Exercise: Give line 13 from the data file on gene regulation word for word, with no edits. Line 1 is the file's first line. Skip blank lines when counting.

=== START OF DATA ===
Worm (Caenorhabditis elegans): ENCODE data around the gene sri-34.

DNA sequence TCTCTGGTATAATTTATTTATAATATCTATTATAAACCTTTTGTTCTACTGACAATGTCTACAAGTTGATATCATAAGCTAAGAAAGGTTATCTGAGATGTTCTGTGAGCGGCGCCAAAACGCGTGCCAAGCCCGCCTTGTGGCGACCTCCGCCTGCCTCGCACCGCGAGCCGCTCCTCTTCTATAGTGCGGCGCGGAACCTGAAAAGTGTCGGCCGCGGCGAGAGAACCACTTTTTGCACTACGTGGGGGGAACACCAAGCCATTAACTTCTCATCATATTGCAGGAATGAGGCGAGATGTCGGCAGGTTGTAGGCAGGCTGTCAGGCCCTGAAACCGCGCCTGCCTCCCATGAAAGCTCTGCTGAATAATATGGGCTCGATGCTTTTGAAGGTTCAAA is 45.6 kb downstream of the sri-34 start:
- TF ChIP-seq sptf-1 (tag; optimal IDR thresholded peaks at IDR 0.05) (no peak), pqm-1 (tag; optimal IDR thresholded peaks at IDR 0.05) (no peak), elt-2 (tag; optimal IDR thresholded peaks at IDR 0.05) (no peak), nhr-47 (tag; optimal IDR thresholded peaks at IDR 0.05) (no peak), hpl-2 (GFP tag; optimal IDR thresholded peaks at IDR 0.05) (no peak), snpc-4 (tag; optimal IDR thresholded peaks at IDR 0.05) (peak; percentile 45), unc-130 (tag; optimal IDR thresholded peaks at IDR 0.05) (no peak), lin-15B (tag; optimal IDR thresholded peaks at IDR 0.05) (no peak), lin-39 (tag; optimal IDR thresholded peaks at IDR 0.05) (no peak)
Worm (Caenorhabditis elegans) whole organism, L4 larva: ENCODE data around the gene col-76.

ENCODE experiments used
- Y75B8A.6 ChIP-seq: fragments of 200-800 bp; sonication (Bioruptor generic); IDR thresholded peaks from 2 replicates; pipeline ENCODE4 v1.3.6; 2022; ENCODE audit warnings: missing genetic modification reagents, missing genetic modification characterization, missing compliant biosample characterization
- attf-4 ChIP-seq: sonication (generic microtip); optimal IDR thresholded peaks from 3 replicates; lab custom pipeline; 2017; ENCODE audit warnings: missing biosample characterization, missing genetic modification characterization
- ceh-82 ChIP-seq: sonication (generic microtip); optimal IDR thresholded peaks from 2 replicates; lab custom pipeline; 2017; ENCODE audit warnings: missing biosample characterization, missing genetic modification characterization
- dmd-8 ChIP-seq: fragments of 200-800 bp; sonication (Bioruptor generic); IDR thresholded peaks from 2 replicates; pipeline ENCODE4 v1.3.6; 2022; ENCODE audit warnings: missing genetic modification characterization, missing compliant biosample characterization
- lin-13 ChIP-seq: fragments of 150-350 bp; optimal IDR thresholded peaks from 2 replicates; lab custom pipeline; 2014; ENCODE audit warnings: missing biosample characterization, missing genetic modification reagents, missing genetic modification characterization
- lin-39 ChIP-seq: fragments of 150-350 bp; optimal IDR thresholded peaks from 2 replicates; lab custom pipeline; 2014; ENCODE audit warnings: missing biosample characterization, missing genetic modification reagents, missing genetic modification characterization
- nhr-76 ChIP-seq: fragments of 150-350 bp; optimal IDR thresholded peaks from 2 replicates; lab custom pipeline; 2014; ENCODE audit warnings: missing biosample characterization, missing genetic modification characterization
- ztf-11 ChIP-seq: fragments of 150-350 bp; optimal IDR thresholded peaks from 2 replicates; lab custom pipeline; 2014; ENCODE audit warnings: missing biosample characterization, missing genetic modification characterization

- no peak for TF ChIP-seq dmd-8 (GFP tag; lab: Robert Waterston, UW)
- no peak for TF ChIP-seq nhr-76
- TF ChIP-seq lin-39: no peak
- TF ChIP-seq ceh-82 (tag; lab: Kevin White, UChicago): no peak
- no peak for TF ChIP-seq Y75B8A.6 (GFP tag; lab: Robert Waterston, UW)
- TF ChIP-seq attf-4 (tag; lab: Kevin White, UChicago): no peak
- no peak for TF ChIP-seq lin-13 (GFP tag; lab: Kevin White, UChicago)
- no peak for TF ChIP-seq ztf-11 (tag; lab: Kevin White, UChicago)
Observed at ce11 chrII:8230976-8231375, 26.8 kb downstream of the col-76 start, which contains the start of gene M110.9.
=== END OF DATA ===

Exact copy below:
- ztf-11 ChIP-seq: fragments of 150-350 bp; optimal IDR thresholded peaks from 2 replicates; lab custom pipeline; 2014; ENCODE audit warnings: missing biosample characterization, missing genetic modification characterization